- According to Troika Dialog metals and mining analysts, Russian gold mining companies boast output growth that is among the highest on the global landscape, while appearing attractive on valuation grounds.
- Initial public offerings launched by Chinese companies in the U.S. during the fourth quarter declined 4.8 percent on average in the first month of trading. The loss deteriorated to 6.7 percent for IPOs in January and February, the longest slump in five years, as investor continued to trim risk exposure and sentiment remained weak.
- Results from Brazilian toll road operator Companhia de Concessões Rodoviárias (CCR) came in weaker than anticipated due to higher costs.
- Murray and Roberts, the largest engineering firm from South Africa, provided a murky outlook for its operations. While the company was positive about its long-term outlook, its short-term future is foggy—particularly with respect to operations in the Middle East.
- Price expectations for residential buildings in Czech Republic remain stagnant even after a significant recession, according to Citi research. The chart shows realized prices significantly below offer prices, while expectations from a business survey point to further weakness.
- Expanded urbanization and regional development are expected to be confirmed as a major policy focus in China in the upcoming annual plenary session of the National People’s Congress. Supportive policies may be created to empower local governments to develop infrastructure and attract capital because of the role urbanization plays in promoting consumption. Indeed, even global luxury brands have spread their presence beyond coastal China into second- and third- tier cities to position for tomorrow’s growth.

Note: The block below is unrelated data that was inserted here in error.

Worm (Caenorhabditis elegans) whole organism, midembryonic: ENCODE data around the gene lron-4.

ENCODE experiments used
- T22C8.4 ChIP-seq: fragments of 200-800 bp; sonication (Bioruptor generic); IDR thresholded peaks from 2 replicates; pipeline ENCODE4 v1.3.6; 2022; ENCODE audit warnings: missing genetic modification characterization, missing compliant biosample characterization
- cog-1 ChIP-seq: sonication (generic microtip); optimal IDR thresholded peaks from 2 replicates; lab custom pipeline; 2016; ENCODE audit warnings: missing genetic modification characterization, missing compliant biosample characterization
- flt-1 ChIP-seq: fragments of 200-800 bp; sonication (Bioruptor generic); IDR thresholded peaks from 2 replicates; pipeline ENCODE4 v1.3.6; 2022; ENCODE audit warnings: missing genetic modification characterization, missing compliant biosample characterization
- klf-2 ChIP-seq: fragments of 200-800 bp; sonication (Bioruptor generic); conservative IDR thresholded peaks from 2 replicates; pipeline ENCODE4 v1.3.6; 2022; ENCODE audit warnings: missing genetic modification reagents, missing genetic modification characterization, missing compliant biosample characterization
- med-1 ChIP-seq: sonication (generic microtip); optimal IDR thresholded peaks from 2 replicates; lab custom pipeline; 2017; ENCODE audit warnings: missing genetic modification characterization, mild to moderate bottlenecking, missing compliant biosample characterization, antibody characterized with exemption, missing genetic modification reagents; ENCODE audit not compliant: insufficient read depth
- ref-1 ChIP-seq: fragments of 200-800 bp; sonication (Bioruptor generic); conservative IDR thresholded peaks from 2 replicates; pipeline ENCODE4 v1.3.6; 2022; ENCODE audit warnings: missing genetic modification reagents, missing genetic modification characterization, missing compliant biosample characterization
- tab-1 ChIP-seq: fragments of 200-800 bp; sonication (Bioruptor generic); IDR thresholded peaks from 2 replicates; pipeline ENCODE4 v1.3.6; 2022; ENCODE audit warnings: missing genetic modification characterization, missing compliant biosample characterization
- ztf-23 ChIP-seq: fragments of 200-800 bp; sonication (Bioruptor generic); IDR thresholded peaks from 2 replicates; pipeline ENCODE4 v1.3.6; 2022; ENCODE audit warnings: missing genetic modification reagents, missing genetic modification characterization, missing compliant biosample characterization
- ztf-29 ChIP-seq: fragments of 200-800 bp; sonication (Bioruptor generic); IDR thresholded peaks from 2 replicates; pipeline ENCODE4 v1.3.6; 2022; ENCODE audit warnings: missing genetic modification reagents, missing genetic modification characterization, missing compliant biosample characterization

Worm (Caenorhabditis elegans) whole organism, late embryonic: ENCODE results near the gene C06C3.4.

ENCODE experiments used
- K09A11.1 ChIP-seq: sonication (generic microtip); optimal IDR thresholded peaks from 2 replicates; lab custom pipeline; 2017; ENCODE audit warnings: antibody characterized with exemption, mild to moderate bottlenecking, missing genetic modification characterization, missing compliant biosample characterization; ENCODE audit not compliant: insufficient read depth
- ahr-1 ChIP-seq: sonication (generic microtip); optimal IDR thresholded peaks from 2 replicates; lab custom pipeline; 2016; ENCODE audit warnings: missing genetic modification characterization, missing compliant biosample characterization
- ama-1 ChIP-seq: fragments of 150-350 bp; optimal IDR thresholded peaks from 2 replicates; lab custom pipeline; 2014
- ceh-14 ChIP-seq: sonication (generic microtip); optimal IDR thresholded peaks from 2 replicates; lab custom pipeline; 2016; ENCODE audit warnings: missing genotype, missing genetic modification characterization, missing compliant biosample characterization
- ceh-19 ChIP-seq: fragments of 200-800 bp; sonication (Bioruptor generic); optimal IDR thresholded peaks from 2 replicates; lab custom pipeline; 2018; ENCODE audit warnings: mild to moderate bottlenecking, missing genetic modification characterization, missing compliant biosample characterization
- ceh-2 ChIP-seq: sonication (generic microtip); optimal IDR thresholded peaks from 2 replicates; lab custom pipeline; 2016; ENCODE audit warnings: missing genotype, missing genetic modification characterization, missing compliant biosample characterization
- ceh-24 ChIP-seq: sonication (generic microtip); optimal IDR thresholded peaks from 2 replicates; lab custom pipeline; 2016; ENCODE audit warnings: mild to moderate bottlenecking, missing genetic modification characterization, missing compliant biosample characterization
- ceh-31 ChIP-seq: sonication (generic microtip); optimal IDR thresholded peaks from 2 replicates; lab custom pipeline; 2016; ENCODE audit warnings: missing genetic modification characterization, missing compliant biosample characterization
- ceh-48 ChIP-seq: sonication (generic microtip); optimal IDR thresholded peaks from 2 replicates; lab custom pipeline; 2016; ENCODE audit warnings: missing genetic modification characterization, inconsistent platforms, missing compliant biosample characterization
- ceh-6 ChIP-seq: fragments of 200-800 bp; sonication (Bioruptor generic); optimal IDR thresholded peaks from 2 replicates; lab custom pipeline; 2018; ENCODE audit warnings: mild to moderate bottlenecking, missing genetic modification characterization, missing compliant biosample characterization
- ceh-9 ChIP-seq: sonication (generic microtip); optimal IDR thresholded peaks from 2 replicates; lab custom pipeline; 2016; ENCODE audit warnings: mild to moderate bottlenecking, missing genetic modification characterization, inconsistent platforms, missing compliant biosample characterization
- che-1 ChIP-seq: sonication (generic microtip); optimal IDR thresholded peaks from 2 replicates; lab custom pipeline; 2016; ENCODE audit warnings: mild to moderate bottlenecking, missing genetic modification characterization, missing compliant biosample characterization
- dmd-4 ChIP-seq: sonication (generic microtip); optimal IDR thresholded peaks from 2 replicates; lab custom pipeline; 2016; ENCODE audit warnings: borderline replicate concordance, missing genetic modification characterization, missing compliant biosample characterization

- As uncertainty related to global policy actions in both the developed and emerging worlds continues to rise, Russia could become a spot of relative stability, according to Bank Credit Analyst research. The chart shows that equity valuations are still low compared with the emerging market universe.
- Domestic sugar prices in China have been on the rise so far this year as drought in southern China affected cane production. There are also news reports about labor shortages, especially in the Pearl River Delta area where some migrant workers chose not to return to work after the Chinese New Year because of unattractive wages compared with inland regions. There could be inflation going forward if these developments persist.
- Although an announcement of higher bank reserve requirements in Brazil had been expected, some market participants may view it as ambiguous with respect to the impact on the banks’ top and bottom lines. We do not expect a detrimental impact on the profitability of Brazil’s banks because they will still be earning interest on the reserves at the SELIC rate—the overnight lending rate set by Brazil’s central bank.
- Political tensions in Turkey have escalated this week following new arrests related to an alleged 2003 military coup against the ruling Justice and Development party. The uncertainty related to the outcome of a likely referendum on controversial judiciary reform may also contribute to further market volatility.